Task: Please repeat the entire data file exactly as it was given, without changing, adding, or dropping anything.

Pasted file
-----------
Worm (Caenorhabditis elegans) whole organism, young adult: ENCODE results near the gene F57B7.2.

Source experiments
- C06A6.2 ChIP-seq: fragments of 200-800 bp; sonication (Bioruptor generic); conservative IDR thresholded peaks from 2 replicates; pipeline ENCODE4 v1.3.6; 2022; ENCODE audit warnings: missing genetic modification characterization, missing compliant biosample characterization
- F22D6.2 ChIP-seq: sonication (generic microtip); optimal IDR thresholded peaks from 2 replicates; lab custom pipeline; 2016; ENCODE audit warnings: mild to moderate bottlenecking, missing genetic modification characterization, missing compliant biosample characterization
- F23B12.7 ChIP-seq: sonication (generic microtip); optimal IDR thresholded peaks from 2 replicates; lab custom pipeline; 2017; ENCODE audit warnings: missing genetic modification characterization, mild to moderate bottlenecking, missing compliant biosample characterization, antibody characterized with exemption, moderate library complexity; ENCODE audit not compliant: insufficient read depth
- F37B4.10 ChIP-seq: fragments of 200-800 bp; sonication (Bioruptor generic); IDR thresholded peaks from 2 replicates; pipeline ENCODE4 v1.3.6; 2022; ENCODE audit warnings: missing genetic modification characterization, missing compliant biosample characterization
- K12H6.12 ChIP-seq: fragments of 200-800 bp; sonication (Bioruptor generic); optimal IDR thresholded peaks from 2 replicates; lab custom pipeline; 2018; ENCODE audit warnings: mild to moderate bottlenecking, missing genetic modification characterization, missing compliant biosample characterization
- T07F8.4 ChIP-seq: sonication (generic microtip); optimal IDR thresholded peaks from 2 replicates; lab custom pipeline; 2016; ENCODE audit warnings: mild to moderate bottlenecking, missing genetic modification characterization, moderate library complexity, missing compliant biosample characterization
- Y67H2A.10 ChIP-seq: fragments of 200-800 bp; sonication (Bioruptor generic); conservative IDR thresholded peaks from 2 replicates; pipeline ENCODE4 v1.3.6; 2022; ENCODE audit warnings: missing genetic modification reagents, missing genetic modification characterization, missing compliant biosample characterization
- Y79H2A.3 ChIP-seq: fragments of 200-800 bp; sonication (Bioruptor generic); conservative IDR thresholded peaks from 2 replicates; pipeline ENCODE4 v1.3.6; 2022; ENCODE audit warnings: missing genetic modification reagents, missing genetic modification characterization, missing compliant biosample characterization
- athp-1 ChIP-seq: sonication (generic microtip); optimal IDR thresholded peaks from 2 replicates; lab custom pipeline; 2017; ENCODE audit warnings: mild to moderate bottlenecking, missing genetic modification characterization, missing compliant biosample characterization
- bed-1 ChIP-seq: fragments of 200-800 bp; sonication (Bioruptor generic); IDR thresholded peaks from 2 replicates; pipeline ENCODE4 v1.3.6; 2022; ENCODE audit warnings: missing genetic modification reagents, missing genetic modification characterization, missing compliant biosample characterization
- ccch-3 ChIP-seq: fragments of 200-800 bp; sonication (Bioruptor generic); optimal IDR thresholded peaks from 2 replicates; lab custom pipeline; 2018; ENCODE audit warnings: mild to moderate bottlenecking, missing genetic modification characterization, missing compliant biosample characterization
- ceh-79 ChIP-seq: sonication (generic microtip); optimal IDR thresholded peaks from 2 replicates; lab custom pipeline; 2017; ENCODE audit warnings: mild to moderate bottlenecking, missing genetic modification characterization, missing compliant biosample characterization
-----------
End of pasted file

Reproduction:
Worm (Caenorhabditis elegans) whole organism, young adult: ENCODE results near the gene F57B7.2.

Source experiments
- C06A6.2 ChIP-seq: fragments of 200-800 bp; sonication (Bioruptor generic); conservative IDR thresholded peaks from 2 replicates; pipeline ENCODE4 v1.3.6; 2022; ENCODE audit warnings: missing genetic modification characterization, missing compliant biosample characterization
- F22D6.2 ChIP-seq: sonication (generic microtip); optimal IDR thresholded peaks from 2 replicates; lab custom pipeline; 2016; ENCODE audit warnings: mild to moderate bottlenecking, missing genetic modification characterization, missing compliant biosample characterization
- F23B12.7 ChIP-seq: sonication (generic microtip); optimal IDR thresholded peaks from 2 replicates; lab custom pipeline; 2017; ENCODE audit warnings: missing genetic modification characterization, mild to moderate bottlenecking, missing compliant biosample characterization, antibody characterized with exemption, moderate library complexity; ENCODE audit not compliant: insufficient read depth
- F37B4.10 ChIP-seq: fragments of 200-800 bp; sonication (Bioruptor generic); IDR thresholded peaks from 2 replicates; pipeline ENCODE4 v1.3.6; 2022; ENCODE audit warnings: missing genetic modification characterization, missing compliant biosample characterization
- K12H6.12 ChIP-seq: fragments of 200-800 bp; sonication (Bioruptor generic); optimal IDR thresholded peaks from 2 replicates; lab custom pipeline; 2018; ENCODE audit warnings: mild to moderate bottlenecking, missing genetic modification characterization, missing compliant biosample characterization
- T07F8.4 ChIP-seq: sonication (generic microtip); optimal IDR thresholded peaks from 2 replicates; lab custom pipeline; 2016; ENCODE audit warnings: mild to moderate bottlenecking, missing genetic modification characterization, moderate library complexity, missing compliant biosample characterization
- Y67H2A.10 ChIP-seq: fragments of 200-800 bp; sonication (Bioruptor generic); conservative IDR thresholded peaks from 2 replicates; pipeline ENCODE4 v1.3.6; 2022; ENCODE audit warnings: missing genetic modification reagents, missing genetic modification characterization, missing compliant biosample characterization
- Y79H2A.3 ChIP-seq: fragments of 200-800 bp; sonication (Bioruptor generic); conservative IDR thresholded peaks from 2 replicates; pipeline ENCODE4 v1.3.6; 2022; ENCODE audit warnings: missing genetic modification reagents, missing genetic modification characterization, missing compliant biosample characterization
- athp-1 ChIP-seq: sonication (generic microtip); optimal IDR thresholded peaks from 2 replicates; lab custom pipeline; 2017; ENCODE audit warnings: mild to moderate bottlenecking, missing genetic modification characterization, missing compliant biosample characterization
- bed-1 ChIP-seq: fragments of 200-800 bp; sonication (Bioruptor generic); IDR thresholded peaks from 2 replicates; pipeline ENCODE4 v1.3.6; 2022; ENCODE audit warnings: missing genetic modification reagents, missing genetic modification characterization, missing compliant biosample characterization
- ccch-3 ChIP-seq: fragments of 200-800 bp; sonication (Bioruptor generic); optimal IDR thresholded peaks from 2 replicates; lab custom pipeline; 2018; ENCODE audit warnings: mild to moderate bottlenecking, missing genetic modification characterization, missing compliant biosample characterization
- ceh-79 ChIP-seq: sonication (generic microtip); optimal IDR thresholded peaks from 2 replicates; lab custom pipeline; 2017; ENCODE audit warnings: mild to moderate bottlenecking, missing genetic modification characterization, missing compliant biosample characterization